MDRS Crew 274 is a pioneering academic analog research group from the American Public University System (APUS) under the designation ARG-1M. The APUS Analog Research Group (AARG) leads space study undergraduate, graduate, and doctoral students in multidisciplinary scientific research investigations analogous to the space environment. This crew aims to examine extra-vehicular (EVA) activity logistics, EVA contingency protocols and methodologies via rescue devices, mindfulness and focused breathing, solar and variable star studies, and terrestrial spaceflight habitat efficiency.

Science Report – January 29th



Sarah E. Guthrie: Commander (Baltimore, MD, USA)

Sarah E. Guthrie is a Space Studies (astronomy) graduate student in the School of Science, Technology, Engineering and Math with American Military University. She is a three-time analog astronaut and the first female commander for the APUS Analog Research Group. In addition to her academic studies, she is also a 20-year active-duty veteran in the United States Air Force. Her unique deployment experience with multiple tours to Iraq and Afghanistan provided her an opportunity to bring combat rescue techniques to needed lunar surface operations. Additionally, she is a co-investigator on various projects that focus on adaptive mobility load distribution systems for extra-vehicular activities, astronaut resource impact, and behavioral health studies for long-term space flight. She is also a research advisor for Space4All on analog research projects at terrestrial habitats. Her call sign is Ceres.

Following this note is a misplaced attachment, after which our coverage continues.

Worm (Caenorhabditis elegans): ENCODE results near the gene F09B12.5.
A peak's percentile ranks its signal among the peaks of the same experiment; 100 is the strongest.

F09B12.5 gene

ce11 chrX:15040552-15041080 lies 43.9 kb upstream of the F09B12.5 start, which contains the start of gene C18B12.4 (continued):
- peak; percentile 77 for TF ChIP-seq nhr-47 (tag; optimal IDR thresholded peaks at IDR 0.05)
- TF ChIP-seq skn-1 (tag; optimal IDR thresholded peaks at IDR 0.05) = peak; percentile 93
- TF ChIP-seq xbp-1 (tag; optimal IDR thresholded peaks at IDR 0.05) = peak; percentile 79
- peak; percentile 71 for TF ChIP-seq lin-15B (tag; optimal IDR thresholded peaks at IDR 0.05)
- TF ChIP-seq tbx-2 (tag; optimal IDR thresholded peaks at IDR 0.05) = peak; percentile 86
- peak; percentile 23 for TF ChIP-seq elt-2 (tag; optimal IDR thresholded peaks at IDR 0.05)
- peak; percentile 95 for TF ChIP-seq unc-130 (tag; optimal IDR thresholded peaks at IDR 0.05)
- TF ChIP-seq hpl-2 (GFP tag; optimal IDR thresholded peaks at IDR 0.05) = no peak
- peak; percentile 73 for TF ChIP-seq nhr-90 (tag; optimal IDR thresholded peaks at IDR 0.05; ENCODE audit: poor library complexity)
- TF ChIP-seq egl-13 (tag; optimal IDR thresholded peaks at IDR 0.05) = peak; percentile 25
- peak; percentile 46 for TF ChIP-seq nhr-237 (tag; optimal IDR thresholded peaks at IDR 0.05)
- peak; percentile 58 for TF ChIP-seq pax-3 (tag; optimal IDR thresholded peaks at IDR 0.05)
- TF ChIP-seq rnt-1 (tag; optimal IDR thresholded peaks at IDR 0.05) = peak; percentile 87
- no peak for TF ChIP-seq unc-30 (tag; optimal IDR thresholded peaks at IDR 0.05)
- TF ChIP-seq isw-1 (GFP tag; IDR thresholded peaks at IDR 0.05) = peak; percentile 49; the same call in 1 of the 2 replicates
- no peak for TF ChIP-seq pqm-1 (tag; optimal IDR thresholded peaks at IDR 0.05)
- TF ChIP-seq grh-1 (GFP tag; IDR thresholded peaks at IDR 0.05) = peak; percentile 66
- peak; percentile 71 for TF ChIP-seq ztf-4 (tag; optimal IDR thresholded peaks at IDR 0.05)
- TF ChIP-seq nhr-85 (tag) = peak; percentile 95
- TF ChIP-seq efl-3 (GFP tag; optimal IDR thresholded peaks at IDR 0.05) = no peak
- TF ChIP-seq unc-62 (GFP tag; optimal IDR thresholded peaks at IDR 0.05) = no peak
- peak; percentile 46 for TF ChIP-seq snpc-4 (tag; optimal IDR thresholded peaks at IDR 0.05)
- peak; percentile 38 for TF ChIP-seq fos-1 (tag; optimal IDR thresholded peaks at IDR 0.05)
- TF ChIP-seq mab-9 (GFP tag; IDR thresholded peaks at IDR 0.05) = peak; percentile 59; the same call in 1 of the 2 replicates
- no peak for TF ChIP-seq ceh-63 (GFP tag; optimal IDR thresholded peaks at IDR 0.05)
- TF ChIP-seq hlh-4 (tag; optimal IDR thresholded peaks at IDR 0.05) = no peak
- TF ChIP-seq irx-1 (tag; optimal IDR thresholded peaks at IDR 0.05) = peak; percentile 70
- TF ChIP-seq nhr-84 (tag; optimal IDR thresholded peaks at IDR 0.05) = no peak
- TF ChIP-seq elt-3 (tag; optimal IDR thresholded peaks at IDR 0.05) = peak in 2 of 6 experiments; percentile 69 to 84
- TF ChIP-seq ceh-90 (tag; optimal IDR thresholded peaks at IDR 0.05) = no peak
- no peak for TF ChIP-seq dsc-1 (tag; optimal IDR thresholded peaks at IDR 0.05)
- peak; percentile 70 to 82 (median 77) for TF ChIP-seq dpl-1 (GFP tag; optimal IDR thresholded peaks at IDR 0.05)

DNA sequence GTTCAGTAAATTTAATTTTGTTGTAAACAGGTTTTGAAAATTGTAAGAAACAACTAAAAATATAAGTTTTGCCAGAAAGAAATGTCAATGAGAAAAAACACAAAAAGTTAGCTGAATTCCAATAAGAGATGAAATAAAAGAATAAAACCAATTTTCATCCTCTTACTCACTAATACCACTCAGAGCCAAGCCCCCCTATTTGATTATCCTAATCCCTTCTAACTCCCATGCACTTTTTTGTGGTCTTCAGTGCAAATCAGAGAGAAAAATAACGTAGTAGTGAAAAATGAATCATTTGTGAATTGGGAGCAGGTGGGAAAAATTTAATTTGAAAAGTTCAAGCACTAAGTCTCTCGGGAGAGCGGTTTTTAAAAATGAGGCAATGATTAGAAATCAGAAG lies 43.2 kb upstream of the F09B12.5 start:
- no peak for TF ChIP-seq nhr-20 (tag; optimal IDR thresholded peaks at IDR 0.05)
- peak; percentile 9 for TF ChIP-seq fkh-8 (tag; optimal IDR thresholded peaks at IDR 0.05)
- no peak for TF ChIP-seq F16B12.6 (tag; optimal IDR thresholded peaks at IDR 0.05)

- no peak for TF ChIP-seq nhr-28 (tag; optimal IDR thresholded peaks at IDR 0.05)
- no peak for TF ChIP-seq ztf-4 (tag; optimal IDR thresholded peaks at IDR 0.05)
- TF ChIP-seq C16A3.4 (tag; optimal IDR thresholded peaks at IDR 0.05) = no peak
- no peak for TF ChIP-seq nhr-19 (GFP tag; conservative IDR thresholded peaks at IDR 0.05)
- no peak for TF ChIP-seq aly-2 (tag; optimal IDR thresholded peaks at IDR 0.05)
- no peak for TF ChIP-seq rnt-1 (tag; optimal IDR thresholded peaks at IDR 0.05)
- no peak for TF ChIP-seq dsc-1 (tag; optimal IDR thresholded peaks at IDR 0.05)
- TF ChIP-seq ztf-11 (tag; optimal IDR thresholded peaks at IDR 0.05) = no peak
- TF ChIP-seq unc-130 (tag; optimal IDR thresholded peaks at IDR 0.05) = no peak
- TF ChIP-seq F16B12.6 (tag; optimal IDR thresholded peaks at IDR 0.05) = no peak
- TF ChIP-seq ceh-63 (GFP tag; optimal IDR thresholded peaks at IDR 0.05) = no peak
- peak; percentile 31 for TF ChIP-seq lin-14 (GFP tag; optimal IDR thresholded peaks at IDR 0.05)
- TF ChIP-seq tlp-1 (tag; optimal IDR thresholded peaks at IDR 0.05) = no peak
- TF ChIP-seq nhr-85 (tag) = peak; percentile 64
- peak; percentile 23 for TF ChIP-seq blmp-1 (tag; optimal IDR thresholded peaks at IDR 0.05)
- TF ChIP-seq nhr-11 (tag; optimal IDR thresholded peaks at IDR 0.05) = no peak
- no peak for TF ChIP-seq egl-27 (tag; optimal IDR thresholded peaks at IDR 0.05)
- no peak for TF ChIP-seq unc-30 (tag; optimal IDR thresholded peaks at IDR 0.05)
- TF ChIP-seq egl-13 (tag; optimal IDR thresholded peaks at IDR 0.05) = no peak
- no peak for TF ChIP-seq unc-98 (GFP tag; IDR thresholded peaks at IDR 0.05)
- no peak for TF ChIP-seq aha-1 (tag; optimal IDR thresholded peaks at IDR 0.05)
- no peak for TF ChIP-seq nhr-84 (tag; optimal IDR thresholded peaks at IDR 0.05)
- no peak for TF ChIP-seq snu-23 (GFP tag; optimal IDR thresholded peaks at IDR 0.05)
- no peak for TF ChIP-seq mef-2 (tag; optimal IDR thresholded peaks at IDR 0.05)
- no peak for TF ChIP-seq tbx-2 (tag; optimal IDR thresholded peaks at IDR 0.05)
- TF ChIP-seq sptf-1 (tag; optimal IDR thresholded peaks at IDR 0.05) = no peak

Alexis “Lex” Lojek: Crew Engineer (Oahu, HI, USA)

Lex is a second-year Master’s thesis student within the School of Science, Technology, Engineering, and Mathematics at American Military University. His research is in the realm of Spaceflight Human Factors and is focused on measurement of stress using physiological factors, specifically heartrate variability, through the use of a Garmin VivoSmart 4 device, and a potential mitigation for stress – focused breathing. He graduated with a degree in Applied Science and Technology from Thomas Edison State University in 2020. He is Active Duty in the United States Navy and has been for over 17 years. During his time as a US Navy Sailor, he has deployed four times; three as an Aviation Electronics Technician for the F/A-18F Super Hornet onboard three aircraft carriers, and once to Djibouti City, Djibouti as a Cryptologic Technician. He has hopes to pursue a commission into the US Space Force as a Space Operations officer after completion of his graduate school degree in June. His crew call sign is Kepler.